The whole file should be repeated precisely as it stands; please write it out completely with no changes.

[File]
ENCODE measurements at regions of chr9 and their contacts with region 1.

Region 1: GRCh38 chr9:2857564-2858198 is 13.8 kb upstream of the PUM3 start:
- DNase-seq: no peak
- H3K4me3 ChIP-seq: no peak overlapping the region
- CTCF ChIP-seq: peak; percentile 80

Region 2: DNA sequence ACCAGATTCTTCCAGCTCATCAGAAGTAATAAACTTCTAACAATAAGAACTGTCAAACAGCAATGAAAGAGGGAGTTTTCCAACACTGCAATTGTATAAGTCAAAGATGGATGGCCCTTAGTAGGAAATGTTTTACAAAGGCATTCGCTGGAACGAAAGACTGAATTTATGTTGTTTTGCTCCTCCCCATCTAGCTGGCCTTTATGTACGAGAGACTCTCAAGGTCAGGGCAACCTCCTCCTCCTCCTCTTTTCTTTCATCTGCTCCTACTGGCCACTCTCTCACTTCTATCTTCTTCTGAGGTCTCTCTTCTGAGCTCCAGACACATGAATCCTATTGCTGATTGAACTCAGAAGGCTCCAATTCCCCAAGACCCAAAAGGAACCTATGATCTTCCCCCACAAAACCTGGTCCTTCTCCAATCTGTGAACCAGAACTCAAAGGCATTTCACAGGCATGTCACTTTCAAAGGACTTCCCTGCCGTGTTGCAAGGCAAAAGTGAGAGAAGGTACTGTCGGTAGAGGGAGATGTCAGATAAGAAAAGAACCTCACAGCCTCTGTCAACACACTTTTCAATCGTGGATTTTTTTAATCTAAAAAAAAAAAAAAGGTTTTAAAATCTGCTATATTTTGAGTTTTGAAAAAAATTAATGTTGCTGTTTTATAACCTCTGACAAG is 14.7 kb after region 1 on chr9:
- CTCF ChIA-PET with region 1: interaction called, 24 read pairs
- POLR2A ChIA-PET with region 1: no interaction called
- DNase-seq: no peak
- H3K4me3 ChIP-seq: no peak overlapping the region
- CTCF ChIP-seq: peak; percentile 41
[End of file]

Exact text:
ENCODE measurements at regions of chr9 and their contacts with region 1.

Region 1: GRCh38 chr9:2857564-2858198 is 13.8 kb upstream of the PUM3 start:
- DNase-seq: no peak
- H3K4me3 ChIP-seq: no peak overlapping the region
- CTCF ChIP-seq: peak; percentile 80

Region 2: DNA sequence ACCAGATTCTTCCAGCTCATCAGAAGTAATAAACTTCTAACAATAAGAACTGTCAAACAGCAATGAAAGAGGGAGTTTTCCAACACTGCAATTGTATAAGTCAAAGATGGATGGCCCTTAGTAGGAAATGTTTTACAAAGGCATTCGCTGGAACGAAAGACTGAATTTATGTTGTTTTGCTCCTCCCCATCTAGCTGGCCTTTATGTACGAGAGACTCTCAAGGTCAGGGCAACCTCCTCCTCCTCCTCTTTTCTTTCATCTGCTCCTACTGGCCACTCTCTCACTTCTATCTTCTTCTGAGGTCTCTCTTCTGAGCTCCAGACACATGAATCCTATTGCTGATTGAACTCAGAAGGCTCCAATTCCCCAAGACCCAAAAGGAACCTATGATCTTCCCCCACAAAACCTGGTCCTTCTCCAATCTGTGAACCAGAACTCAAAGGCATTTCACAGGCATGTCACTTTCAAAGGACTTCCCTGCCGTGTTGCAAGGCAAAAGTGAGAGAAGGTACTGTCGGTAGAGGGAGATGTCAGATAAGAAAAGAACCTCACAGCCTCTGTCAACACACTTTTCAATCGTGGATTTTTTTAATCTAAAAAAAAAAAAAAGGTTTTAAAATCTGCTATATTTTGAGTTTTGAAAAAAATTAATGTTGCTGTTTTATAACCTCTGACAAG is 14.7 kb after region 1 on chr9:
- CTCF ChIA-PET with region 1: interaction called, 24 read pairs
- POLR2A ChIA-PET with region 1: no interaction called
- DNase-seq: no peak
- H3K4me3 ChIP-seq: no peak overlapping the region
- CTCF ChIP-seq: peak; percentile 41